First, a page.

This applies if you have an UEFI system. Check the docs below if you have a BIOS system. Let’s check if everything went well, before rebooting:

# cat /boot/grub2/grubenv
# cat /boot/efi/EFI/fedora/grub.cfg
# lsinitrd /boot/initramfs-$(uname -r).img | grep btrfs

You should have proper partition UUIDs or references in grubenv and grub.cfg (grubenv may not have been updated, edit it if needed) and see insmod btrfs in grub.cfg and btrfs module in your initramfs image.

See also: Reinstalling GRUB 2 and Verifying the Initial RAM Disk Image in the Fedora System Administration Guide.


Now your system should boot properly. If not, don’t panic, go back to the live image and fix the issue. In the worst case, you can just reinstall Fedora from right there.

After first boot

Check that everything is fine with your new Btrfs system. If you are happy, you’ll need to reclaim the space used by the old ext4 snapshot, defragment and balance the subvolumes. The latter two might take some time and is quite resource intensive.

You have to mount the top level subvolume for this:

# mount /dev/sdXX -o subvol=/ /mnt/someFolder
# btrfs subvolume delete /mnt/someFolder/ext2_saved

Then, run these commands when the machine has some idle time:

# btrfs filesystem defrag -v -r -f /
# btrfs filesystem defrag -v -r -f /home
# btrfs balance start -m /

Finally, there’s a “no copy-on-write” attribute that is automatically set for virtual machine image folders for new installations. Set it if you are using VMs:


chattr +C /var/lib/libvirt/images
$ chattr +C

This attribute only takes effect for new files in these folders. Duplicate the images and delete the originals. You can confirm the result with lsattr.

Wrapping up

I really hope that you have found this guide to be useful, and was able to make a careful and educated decision about whether or not to convert to Btrfs on your system. I wish you a successful conversion process!

Feel free to share your experience here in the comments, or if you run into deeper issues, on

FAQs and Guides For System Administrators


  1. Hugo Lopes

    Portuguese –>> Existe algum script ou programa que já faça isso tudo de forma automática, iguais as facilidades do Windows (por isso eles chegaram onde chegaram), ou se tem que fazer tudo na mão (sem formatar, obvio) comando por comando (o que é chato). Caso não se tenha um script ou programa assim, fica a dica, inclusive para todos os formatos (ext2, ext4, etc).

    • Taniguchi

      Seguinte… não existe script.. e tbm não recomendo esse tipo de procedimento. Pois há muitas chances de não dar certo! É mais seguro vc fazer backup de tudo, e partir para uma nova instalação do SO. Eu sempre usei EXT4, mas agora estou com o Btrfs. Fiz a conversão dele através de uma instalação limpa, do zero. Não tive problemas até agora!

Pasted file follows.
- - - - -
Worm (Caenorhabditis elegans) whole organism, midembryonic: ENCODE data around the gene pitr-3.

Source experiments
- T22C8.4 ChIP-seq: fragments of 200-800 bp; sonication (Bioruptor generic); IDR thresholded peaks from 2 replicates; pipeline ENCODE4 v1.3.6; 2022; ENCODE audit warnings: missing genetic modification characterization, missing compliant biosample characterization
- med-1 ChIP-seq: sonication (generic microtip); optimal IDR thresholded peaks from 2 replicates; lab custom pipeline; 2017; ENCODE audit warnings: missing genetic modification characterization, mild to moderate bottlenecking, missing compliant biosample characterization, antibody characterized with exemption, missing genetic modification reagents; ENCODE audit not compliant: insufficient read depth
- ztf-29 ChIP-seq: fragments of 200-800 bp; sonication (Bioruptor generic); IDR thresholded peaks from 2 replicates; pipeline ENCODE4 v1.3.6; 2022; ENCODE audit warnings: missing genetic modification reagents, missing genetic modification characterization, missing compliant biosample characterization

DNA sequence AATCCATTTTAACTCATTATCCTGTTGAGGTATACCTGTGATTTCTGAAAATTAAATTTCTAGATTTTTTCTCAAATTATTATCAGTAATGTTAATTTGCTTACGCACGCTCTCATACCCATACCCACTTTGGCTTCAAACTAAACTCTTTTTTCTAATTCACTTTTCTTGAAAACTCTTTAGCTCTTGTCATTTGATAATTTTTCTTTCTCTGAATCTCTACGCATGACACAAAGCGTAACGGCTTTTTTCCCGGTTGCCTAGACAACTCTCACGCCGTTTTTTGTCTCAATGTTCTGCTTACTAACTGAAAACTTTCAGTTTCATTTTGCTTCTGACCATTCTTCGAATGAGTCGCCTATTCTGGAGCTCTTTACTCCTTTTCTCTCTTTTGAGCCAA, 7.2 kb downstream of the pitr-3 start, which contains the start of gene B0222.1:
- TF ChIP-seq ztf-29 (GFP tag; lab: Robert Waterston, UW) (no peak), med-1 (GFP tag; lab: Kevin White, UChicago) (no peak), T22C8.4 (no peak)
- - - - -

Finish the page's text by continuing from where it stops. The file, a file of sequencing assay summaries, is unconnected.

2. AndreaS

    Nice guide, I think I will try it. One question. I am currently running Fedora 33 on an external disk on my laptop.
    Any chance that after conversion I will still be able to boot Fedora from the external Disk?

    • Hi, you will be able to boot the same, because likely there is no difference between an internal and an external drive from the computer’s perspective.
      In this guide, we don’t touch /boot, only reinstall GRUB to accommodate the filesystem changes.

  3. Thanks Gergely for this introduction to Btrfs convertion.

    I’m new to Fedora and partitioned my system like the old days on Debian . It’s working fine for me to have /, /boot and /home separated but on the same ext4 partition scheme. I don’t know if its a good idea to convert into Btrfs for everyday desktop usage but it may have some advantages over the sever or cloud platforms. Let’s not rush through this and see what happens during next few month or even years!

    P.S: I now understand why Fedora is such a great community for new technologies 😉

    • Hi! Btrfs is mature and totally safe for desktop usage. It’s way beyond early testing phases. That’s why it has been selected as the default file system for Fedora Workstation.
      Of course, deciding whether to convert your FS is up to you, I hope this article gave some useful pointers on why it might be worth it.

      • Karol

        Well.. Good luck. Two months ago my OpenSuse TW had a total FS disaster (/home unfortunately) after just maybe 1 year after installation. Guess what was the filesystem? Yes, it was btrfs. This is the only total FS crash I can remember, and I have been using Linux since 1998.

  4. svsv sarma

    This reminds me of the ‘Fat -NTFS’ conversion. Change always invites alertness, caution and guard and takes its own time to sink in. I decided to install Fedora 34 only, whether it retains ButterFS or not.

  5. Tomasz


    Convert to a self healing system that runs on top of raid 6 to assist with drive failure and then see your data go after a power loss when one system tries to correct the other and kernel panicking every 5 or so minutes when btrfs says the error is unrecoverable.